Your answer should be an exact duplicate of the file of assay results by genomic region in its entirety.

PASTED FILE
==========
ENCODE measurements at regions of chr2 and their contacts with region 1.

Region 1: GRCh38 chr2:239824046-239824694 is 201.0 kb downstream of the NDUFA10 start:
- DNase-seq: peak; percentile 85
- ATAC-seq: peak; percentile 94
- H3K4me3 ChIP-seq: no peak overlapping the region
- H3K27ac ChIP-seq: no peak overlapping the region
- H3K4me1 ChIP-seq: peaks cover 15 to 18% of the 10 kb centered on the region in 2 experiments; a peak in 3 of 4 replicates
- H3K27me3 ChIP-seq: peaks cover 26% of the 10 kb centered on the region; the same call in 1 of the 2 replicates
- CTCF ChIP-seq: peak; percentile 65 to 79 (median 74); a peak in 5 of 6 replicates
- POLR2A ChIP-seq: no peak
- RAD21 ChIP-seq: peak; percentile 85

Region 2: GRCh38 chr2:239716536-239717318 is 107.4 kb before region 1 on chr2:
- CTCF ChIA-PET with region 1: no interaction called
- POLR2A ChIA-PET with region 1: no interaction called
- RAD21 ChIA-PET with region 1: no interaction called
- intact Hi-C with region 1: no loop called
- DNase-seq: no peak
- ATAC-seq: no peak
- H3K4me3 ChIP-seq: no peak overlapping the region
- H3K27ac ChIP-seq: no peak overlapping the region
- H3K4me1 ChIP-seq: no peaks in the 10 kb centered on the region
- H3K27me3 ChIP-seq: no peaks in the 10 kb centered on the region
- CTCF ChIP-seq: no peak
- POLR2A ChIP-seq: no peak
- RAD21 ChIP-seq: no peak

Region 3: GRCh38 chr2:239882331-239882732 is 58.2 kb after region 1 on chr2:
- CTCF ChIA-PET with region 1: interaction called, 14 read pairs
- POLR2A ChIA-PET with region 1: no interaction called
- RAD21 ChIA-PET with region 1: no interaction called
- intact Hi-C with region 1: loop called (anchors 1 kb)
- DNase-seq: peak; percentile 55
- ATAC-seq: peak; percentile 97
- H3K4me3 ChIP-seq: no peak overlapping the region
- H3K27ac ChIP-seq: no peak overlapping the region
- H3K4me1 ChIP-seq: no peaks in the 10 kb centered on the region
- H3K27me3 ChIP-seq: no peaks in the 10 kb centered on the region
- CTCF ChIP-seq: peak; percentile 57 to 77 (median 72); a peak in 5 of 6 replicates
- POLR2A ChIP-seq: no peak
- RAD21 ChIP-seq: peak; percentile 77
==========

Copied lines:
ENCODE measurements at regions of chr2 and their contacts with region 1.

Region 1: GRCh38 chr2:239824046-239824694 is 201.0 kb downstream of the NDUFA10 start:
- DNase-seq: peak; percentile 85
- ATAC-seq: peak; percentile 94
- H3K4me3 ChIP-seq: no peak overlapping the region
- H3K27ac ChIP-seq: no peak overlapping the region
- H3K4me1 ChIP-seq: peaks cover 15 to 18% of the 10 kb centered on the region in 2 experiments; a peak in 3 of 4 replicates
- H3K27me3 ChIP-seq: peaks cover 26% of the 10 kb centered on the region; the same call in 1 of the 2 replicates
- CTCF ChIP-seq: peak; percentile 65 to 79 (median 74); a peak in 5 of 6 replicates
- POLR2A ChIP-seq: no peak
- RAD21 ChIP-seq: peak; percentile 85

Region 2: GRCh38 chr2:239716536-239717318 is 107.4 kb before region 1 on chr2:
- CTCF ChIA-PET with region 1: no interaction called
- POLR2A ChIA-PET with region 1: no interaction called
- RAD21 ChIA-PET with region 1: no interaction called
- intact Hi-C with region 1: no loop called
- DNase-seq: no peak
- ATAC-seq: no peak
- H3K4me3 ChIP-seq: no peak overlapping the region
- H3K27ac ChIP-seq: no peak overlapping the region
- H3K4me1 ChIP-seq: no peaks in the 10 kb centered on the region
- H3K27me3 ChIP-seq: no peaks in the 10 kb centered on the region
- CTCF ChIP-seq: no peak
- POLR2A ChIP-seq: no peak
- RAD21 ChIP-seq: no peak

Region 3: GRCh38 chr2:239882331-239882732 is 58.2 kb after region 1 on chr2:
- CTCF ChIA-PET with region 1: interaction called, 14 read pairs
- POLR2A ChIA-PET with region 1: no interaction called
- RAD21 ChIA-PET with region 1: no interaction called
- intact Hi-C with region 1: loop called (anchors 1 kb)
- DNase-seq: peak; percentile 55
- ATAC-seq: peak; percentile 97
- H3K4me3 ChIP-seq: no peak overlapping the region
- H3K27ac ChIP-seq: no peak overlapping the region
- H3K4me1 ChIP-seq: no peaks in the 10 kb centered on the region
- H3K27me3 ChIP-seq: no peaks in the 10 kb centered on the region
- CTCF ChIP-seq: peak; percentile 57 to 77 (median 72); a peak in 5 of 6 replicates
- POLR2A ChIP-seq: no peak
- RAD21 ChIP-seq: peak; percentile 77